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Possible Preserved Brain Matter Revealed from 8,000-Year-Old Skull

brain matter

Photo credit: Hans Petter Reppe / NRK

Recently the remnant of an 8,000-year-old skull was discovered at an archeological site of Stokke in Norway. Whether the skull was a human child’s has to confirm yet, because it might belong to an animal.

Surprisingly, some gray, clay-like material within the skull had been found by the researchers who believed that they could some traces of preserved brain matter. In the interview with Norwegian Broadcasting (NRK), Gaute Reitan, the leader of the dig team said, if the skull was confirmed to be human, it  would be one of the oldest human brains discovered so far.

According to the preliminary testing, the skull could be dated back to about 5900 BCE. In order to identify the species of the skull uncovered at the Stokke site, Reitan had resorted to the assistance from paleoanthropologists.

Reitan’s team has been engaging in exploration of the site for two months and they wanted to dig more before a convention center would be finally established over the land. It was hoped that information collected on the spot would be much helpful in identifying the life style of then Norwegians in the period of the Stone Age.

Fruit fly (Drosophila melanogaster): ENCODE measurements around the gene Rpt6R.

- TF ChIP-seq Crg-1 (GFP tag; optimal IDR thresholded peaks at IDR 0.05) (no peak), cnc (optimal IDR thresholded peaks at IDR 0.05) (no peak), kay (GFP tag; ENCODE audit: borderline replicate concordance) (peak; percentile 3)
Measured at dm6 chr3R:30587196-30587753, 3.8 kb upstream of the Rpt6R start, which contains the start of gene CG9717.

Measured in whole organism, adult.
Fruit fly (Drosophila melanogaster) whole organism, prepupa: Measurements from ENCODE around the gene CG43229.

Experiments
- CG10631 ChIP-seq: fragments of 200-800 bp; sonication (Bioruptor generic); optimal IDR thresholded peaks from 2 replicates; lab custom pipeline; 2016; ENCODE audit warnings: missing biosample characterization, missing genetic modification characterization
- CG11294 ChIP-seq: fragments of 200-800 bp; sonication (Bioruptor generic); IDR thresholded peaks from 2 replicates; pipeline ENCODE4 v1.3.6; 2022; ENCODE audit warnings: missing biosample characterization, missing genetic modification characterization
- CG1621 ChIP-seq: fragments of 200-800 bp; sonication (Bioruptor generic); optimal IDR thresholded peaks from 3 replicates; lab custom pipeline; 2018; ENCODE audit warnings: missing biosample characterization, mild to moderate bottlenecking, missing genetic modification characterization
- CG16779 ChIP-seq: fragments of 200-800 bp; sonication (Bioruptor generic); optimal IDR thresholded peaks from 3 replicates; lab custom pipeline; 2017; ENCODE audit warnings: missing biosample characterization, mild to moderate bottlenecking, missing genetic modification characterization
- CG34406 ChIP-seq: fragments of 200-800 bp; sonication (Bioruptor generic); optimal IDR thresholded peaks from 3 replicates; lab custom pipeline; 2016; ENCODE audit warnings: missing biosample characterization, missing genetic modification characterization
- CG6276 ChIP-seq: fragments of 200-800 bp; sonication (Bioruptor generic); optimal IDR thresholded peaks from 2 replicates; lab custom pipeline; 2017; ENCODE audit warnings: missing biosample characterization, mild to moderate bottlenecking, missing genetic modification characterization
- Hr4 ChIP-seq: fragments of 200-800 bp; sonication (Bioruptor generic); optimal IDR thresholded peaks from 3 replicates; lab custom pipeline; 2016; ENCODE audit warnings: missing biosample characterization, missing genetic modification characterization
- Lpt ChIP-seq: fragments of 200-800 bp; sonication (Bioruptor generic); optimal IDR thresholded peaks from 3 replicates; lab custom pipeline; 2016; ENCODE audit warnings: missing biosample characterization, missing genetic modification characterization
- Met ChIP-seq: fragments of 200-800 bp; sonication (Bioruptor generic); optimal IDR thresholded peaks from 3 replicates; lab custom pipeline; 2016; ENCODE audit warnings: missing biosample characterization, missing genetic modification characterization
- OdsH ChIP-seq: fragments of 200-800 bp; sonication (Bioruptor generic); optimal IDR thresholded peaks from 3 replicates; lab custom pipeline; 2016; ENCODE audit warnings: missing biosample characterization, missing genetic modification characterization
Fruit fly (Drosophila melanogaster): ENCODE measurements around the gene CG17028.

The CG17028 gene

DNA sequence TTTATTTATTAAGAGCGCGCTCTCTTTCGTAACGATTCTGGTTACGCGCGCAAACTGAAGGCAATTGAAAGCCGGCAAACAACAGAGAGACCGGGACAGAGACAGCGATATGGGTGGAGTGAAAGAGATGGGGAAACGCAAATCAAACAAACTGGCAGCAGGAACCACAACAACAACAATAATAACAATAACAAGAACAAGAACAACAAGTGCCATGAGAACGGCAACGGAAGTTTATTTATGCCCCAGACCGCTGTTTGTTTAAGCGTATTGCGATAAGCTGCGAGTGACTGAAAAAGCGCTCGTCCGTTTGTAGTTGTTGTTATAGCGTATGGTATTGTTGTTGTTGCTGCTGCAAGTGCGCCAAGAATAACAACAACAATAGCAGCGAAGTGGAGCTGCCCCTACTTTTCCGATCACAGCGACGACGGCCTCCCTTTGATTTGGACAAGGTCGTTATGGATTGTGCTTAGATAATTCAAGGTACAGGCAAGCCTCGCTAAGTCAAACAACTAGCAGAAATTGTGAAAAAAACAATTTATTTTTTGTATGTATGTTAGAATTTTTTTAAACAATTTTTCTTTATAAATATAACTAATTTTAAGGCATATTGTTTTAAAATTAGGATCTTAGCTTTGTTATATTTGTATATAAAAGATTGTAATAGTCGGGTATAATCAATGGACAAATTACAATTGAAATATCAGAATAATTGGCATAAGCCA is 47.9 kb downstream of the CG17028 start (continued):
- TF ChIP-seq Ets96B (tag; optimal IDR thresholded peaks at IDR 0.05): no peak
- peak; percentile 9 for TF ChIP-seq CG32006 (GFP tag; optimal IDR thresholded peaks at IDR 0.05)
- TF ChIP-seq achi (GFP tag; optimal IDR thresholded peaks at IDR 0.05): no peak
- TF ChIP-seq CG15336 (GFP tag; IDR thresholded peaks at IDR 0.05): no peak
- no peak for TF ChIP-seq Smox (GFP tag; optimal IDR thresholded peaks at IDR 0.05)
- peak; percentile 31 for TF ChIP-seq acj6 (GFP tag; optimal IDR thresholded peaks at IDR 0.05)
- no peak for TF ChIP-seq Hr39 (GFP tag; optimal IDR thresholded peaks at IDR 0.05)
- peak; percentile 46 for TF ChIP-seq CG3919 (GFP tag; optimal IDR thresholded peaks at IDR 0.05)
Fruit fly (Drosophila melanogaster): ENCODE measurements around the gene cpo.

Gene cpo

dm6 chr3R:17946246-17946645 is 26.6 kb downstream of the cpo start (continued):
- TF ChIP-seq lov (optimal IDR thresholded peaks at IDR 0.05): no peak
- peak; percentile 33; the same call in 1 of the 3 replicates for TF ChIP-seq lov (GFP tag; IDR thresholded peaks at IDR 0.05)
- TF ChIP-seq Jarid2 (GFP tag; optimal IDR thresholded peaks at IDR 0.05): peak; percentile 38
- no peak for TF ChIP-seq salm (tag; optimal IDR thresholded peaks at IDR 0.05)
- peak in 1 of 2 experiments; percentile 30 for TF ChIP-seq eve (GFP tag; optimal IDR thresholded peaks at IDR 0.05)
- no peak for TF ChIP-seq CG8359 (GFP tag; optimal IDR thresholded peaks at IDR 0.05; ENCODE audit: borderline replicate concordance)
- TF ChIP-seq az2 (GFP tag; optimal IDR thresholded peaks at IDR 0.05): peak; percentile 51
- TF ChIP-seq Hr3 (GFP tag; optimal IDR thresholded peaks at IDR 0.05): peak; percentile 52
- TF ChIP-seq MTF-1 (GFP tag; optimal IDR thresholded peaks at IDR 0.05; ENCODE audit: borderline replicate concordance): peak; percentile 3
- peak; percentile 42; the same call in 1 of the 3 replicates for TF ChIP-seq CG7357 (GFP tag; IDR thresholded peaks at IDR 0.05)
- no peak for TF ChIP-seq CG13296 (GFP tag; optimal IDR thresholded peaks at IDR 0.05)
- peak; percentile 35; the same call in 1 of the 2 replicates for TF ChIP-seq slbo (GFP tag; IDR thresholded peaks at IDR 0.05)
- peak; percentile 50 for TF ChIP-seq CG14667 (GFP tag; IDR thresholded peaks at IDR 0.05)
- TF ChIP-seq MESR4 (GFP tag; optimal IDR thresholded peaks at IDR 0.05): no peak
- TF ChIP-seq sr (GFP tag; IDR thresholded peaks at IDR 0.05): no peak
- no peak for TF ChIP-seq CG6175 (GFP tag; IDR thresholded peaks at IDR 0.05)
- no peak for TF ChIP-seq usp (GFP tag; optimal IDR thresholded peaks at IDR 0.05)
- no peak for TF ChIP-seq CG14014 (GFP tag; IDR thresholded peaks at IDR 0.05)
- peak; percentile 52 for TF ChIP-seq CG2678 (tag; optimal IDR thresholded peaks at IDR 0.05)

When answering questions raised by NRK, Reitan said that it was rare to have the opportunity to dig in a camp linked with the Stone Age, with which the scientists were not quite familiar, however, their work should be regarded as a special one, because they had uncovered a lot of things that were believed to be quite exceptional on a national basis

At present, Reitan’s crew has successfully identified several bone fragments, but further work needs to be done so as to identify which part of the body they belong and what species they come from. As they have found the oldest unburned bones in Norway, Reitan described their discovery as a “once in a career”.

Undoubtedly, the further analyzing the skull as well as potential brain matter could result in more amazing findings. Such well-preserved brain matter would allow scientists to know more about what kind of diseases might be prevailing in the region at that time.

Up to now, the oldest preserved brain being uncovered at Western Turkey is dated back to 4,000 years ago. The scientists had found four burnt human skeletons buried in sediment, which was possibly caused by tectonic activity. It was likely that a fire spread throughout the region, thus draining the oxygen from around the bodies and boiling bodily fluids. In this way, the enzymes were stopped within the brain from damaging the tissue, so it had been well-preserved.

 Source: io9

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